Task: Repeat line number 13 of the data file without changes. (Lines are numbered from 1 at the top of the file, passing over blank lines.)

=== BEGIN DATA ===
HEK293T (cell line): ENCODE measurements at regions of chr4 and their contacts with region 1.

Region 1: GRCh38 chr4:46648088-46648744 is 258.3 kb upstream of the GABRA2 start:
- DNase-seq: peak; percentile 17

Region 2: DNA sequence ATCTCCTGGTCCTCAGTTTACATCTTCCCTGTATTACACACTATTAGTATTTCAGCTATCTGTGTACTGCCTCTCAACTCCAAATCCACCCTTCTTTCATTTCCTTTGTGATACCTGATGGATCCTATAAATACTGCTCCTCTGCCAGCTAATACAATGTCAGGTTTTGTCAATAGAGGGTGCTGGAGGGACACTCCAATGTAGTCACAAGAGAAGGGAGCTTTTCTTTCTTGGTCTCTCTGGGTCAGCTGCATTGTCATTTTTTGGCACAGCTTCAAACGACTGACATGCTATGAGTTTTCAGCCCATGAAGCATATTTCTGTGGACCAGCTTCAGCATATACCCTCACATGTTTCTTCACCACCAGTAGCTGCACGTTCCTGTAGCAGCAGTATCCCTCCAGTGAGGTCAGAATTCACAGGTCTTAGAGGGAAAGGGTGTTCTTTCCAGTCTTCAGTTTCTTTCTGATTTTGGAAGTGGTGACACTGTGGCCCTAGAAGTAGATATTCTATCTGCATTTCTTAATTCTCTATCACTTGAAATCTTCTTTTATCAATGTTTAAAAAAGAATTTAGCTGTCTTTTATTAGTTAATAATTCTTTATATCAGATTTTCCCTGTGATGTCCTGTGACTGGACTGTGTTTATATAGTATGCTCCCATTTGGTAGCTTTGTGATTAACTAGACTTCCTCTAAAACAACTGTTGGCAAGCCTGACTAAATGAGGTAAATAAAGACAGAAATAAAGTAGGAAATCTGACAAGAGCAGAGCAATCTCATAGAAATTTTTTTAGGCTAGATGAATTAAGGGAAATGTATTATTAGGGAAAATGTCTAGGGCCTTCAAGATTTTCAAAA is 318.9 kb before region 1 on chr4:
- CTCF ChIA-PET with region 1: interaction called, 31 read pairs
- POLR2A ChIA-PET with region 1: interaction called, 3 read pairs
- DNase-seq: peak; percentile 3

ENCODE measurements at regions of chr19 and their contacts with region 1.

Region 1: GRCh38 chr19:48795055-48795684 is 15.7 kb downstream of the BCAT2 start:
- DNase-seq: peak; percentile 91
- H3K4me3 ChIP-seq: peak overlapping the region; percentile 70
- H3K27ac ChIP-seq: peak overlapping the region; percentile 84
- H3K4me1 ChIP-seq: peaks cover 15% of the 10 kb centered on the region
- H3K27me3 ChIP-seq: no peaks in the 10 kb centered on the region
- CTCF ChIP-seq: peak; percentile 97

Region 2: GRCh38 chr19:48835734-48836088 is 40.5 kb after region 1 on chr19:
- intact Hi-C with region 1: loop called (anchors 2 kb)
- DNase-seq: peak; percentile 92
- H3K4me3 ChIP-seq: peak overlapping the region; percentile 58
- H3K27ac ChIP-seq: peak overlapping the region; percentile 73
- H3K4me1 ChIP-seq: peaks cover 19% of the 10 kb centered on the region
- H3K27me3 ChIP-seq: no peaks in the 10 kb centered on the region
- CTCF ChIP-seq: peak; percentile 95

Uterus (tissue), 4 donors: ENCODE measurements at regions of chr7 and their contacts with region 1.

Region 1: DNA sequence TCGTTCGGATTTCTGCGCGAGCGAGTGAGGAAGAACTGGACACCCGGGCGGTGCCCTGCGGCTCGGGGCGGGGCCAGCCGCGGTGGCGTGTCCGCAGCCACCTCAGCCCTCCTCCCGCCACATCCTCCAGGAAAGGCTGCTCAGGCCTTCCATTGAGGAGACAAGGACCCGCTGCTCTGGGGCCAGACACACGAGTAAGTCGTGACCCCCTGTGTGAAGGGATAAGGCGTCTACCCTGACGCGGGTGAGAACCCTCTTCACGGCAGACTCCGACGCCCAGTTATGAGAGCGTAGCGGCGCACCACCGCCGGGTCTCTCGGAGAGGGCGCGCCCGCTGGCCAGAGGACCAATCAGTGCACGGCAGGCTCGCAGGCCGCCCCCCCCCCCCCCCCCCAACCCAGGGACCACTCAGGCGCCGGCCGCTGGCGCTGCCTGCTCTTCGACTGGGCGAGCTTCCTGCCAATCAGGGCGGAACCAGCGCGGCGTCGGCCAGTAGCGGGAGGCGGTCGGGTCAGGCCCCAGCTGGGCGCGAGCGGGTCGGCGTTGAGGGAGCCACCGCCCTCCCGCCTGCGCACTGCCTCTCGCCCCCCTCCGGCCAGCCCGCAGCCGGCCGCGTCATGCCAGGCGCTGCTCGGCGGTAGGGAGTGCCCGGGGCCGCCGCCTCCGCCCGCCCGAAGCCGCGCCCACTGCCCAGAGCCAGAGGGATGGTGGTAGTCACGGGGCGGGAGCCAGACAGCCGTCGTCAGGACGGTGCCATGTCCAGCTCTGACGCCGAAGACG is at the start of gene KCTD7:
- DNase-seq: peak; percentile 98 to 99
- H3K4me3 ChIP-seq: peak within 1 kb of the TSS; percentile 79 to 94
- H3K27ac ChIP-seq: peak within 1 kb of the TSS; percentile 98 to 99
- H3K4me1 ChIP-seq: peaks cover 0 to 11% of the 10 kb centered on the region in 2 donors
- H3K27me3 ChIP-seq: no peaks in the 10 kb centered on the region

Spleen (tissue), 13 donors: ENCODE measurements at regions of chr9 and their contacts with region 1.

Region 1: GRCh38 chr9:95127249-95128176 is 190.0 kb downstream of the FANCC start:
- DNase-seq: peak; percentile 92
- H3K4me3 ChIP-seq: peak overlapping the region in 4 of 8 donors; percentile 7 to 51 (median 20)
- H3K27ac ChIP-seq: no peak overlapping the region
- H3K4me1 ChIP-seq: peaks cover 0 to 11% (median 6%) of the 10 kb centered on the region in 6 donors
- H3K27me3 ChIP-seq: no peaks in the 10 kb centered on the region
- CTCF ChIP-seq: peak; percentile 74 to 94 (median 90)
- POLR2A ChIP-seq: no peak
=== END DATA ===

- H3K4me1 ChIP-seq: peaks cover 15% of the 10 kb centered on the region